Pita Limjaroenrat, the head of the reformist party that garnered the most seats in Thailand’s May parliamentary elections, announced his resignation on Friday.
The young challenger used a surge of voters enraged at nearly a decade of junta-backed rule to propel the Move Forward Party (MFP) to the top of the polls.
But strong conservative parliamentary blocs prevented him from becoming prime minister, and he was later expelled from the House of Representatives.
The MFP announced their intention to enter opposition after splitting from a coalition with Pheu Thai, a rival opposition group that later formed a government with pro-military parties.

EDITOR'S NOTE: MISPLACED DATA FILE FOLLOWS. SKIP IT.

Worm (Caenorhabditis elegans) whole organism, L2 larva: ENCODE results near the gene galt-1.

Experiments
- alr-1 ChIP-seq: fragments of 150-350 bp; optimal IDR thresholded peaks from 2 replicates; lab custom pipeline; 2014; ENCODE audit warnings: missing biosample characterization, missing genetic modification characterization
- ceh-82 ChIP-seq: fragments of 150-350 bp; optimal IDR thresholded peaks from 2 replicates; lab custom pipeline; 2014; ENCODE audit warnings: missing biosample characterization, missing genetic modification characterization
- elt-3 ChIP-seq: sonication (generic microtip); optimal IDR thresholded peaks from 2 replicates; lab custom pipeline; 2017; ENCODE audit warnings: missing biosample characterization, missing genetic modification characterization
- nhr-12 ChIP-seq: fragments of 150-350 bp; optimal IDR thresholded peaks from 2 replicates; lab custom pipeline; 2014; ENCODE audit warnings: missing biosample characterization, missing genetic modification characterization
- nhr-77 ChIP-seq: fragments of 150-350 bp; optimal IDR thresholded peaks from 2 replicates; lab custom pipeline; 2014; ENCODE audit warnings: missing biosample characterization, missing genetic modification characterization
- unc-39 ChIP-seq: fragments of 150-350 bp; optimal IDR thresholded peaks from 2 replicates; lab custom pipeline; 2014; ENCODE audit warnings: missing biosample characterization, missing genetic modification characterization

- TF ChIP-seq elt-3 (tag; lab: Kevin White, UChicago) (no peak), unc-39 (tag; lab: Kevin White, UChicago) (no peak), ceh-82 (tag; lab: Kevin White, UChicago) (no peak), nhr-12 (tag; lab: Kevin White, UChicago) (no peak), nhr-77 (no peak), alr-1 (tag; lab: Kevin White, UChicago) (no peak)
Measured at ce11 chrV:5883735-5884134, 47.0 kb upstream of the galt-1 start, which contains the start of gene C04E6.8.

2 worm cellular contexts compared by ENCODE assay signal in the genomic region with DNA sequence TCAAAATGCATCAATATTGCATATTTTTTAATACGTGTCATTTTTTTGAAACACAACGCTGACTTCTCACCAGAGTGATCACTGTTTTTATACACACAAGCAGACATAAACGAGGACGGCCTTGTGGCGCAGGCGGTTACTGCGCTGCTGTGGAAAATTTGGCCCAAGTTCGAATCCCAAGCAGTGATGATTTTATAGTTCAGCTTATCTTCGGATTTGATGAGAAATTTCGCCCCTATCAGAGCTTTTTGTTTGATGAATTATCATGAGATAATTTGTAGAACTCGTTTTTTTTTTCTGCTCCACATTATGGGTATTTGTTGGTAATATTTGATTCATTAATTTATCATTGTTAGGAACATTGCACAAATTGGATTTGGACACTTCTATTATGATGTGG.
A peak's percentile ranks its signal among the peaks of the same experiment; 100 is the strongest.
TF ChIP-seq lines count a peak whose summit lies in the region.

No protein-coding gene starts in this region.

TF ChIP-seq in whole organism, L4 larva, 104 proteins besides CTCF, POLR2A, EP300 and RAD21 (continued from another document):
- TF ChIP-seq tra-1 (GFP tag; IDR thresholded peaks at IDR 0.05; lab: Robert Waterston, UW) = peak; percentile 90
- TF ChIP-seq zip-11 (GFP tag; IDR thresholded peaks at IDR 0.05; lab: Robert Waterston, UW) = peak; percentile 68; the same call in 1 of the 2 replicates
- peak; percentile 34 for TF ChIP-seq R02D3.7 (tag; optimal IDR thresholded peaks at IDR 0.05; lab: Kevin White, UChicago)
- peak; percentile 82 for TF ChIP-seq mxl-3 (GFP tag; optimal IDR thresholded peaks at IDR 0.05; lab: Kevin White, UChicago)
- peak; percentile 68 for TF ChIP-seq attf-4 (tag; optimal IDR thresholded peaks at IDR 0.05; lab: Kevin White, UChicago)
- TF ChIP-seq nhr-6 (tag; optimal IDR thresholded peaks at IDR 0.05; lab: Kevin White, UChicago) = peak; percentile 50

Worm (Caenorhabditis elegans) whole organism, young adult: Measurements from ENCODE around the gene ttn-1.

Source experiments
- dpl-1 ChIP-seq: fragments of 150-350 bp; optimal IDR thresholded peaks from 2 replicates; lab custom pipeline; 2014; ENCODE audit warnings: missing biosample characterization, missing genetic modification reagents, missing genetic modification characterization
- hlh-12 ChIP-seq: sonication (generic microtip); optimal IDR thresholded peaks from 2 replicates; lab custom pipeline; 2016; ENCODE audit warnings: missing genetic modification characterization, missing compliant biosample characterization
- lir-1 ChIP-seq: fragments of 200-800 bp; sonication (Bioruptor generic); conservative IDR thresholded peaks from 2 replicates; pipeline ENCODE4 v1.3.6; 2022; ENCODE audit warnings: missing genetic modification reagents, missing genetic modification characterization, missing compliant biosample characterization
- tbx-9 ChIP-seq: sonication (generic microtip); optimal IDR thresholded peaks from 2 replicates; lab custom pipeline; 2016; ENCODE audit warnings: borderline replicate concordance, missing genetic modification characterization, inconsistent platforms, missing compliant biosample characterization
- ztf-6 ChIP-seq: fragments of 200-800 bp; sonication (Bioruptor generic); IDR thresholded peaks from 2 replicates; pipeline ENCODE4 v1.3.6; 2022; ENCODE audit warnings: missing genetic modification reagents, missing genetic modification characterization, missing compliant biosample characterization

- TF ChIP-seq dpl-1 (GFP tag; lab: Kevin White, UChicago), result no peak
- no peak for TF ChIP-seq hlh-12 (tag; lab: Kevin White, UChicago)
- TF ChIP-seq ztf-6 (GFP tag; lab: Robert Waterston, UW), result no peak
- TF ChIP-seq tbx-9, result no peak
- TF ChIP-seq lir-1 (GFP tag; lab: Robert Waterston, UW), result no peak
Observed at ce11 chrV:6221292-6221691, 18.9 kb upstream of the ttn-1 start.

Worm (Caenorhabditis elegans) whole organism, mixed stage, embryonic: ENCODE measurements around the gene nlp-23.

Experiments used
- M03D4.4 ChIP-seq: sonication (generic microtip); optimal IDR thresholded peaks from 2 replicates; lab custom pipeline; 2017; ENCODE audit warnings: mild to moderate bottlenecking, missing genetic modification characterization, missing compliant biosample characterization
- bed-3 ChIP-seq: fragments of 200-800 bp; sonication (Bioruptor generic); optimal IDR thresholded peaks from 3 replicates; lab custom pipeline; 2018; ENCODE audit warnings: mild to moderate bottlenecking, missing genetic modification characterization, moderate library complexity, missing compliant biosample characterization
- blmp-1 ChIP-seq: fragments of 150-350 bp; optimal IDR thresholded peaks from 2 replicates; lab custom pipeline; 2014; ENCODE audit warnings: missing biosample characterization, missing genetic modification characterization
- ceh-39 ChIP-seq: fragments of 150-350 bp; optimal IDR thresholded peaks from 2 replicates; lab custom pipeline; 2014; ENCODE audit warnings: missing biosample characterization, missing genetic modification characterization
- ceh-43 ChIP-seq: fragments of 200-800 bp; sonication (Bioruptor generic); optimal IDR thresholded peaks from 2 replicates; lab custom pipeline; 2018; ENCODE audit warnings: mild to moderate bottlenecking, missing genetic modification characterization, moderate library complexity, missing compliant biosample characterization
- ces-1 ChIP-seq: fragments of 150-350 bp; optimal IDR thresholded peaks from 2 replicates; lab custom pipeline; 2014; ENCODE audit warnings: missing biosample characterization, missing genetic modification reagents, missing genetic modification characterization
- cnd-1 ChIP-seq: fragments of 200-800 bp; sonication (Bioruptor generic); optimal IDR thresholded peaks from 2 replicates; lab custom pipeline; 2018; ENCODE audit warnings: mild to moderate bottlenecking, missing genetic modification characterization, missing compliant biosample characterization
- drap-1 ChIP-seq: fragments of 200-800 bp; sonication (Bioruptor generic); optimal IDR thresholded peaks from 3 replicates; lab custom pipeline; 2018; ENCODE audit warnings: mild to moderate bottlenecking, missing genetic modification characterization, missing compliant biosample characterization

Pita stated on his official Facebook page that he stepped down as the MFP’s party leader “to make way for an MP that is able to have a voice in parliament, be the opposition leader.”
Currently, the opposition’s leader is required to be a member of parliament.
Pita tweeted, “I won’t be able to get my MP position and be the opposition leader in the near future due to my MP suspension.”
While awaiting the Constitutional Court’s decision about his ownership of shares in a now-defunct media company, he was placed on administrative leave in July.
In accordance with the Thai Constitution, MPs are not permitted to possess media stock.
Pita declared in the Facebook post that he will continue to be actively involved in the party.
Regardless of my position, I will continue to be active in MFP and give the group my all-out effort so that we can accomplish something together.